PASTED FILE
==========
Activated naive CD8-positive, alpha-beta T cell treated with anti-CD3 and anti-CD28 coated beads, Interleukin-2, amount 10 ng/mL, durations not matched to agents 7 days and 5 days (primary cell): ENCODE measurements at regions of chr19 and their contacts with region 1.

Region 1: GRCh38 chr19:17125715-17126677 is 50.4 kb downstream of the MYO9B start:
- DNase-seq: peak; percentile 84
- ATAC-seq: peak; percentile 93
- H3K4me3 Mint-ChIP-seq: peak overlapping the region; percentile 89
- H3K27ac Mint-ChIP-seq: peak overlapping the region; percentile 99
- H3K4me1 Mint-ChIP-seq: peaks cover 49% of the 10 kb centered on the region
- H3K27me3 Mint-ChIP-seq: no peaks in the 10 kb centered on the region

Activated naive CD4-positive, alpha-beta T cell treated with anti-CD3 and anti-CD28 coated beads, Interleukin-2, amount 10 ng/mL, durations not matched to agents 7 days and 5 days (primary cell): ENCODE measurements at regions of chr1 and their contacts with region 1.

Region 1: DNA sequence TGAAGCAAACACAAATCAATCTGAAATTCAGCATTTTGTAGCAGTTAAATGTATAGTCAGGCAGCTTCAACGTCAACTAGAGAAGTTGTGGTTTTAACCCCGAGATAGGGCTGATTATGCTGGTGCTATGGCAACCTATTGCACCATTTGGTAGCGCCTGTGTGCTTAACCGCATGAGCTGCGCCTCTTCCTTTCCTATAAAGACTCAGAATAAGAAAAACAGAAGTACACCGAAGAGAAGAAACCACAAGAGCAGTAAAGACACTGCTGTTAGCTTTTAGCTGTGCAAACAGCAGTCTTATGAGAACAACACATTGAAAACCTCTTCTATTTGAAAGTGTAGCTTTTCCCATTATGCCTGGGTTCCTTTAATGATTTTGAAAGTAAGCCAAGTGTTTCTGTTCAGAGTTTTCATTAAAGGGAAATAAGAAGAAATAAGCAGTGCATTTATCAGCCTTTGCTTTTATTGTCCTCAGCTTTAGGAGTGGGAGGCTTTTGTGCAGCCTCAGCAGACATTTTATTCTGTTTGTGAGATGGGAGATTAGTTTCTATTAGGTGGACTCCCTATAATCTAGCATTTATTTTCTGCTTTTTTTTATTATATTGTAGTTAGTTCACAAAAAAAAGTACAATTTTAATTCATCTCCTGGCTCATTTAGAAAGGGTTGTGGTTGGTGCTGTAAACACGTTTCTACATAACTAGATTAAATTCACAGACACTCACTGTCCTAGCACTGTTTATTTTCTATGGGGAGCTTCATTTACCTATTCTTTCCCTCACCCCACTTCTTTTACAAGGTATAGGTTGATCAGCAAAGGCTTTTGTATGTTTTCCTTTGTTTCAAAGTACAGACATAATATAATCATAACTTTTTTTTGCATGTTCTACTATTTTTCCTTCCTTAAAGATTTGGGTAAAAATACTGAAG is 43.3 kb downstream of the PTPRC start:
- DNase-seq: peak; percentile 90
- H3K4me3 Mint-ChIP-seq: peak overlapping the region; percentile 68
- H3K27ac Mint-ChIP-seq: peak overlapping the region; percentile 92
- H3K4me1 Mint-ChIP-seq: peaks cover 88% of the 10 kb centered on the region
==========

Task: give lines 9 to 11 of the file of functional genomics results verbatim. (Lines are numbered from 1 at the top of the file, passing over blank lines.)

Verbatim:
Activated naive CD4-positive, alpha-beta T cell treated with anti-CD3 and anti-CD28 coated beads, Interleukin-2, amount 10 ng/mL, durations not matched to agents 7 days and 5 days (primary cell): ENCODE measurements at regions of chr1 and their contacts with region 1.

Region 1: DNA sequence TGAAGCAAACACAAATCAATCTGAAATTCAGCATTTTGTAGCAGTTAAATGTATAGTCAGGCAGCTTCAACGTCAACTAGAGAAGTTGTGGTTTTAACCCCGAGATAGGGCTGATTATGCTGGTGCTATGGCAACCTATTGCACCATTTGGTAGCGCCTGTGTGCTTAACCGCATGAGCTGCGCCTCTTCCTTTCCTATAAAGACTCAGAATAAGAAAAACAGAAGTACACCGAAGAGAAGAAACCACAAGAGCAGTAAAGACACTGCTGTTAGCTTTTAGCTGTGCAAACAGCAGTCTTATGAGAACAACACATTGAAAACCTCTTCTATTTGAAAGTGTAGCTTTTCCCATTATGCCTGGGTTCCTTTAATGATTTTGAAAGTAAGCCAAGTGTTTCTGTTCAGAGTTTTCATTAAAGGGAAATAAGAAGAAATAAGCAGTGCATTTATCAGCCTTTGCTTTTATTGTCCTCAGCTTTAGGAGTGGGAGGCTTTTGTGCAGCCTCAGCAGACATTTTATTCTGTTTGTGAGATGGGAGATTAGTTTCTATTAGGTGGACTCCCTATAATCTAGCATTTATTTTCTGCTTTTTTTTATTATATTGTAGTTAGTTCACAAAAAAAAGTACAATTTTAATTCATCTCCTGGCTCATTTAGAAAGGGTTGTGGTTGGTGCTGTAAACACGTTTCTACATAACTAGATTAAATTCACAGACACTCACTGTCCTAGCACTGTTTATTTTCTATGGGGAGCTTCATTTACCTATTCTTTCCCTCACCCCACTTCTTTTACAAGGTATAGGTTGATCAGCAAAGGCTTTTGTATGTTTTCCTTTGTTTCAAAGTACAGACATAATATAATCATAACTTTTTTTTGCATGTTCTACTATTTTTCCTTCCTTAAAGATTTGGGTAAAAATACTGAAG is 43.3 kb downstream of the PTPRC start:
- DNase-seq: peak; percentile 90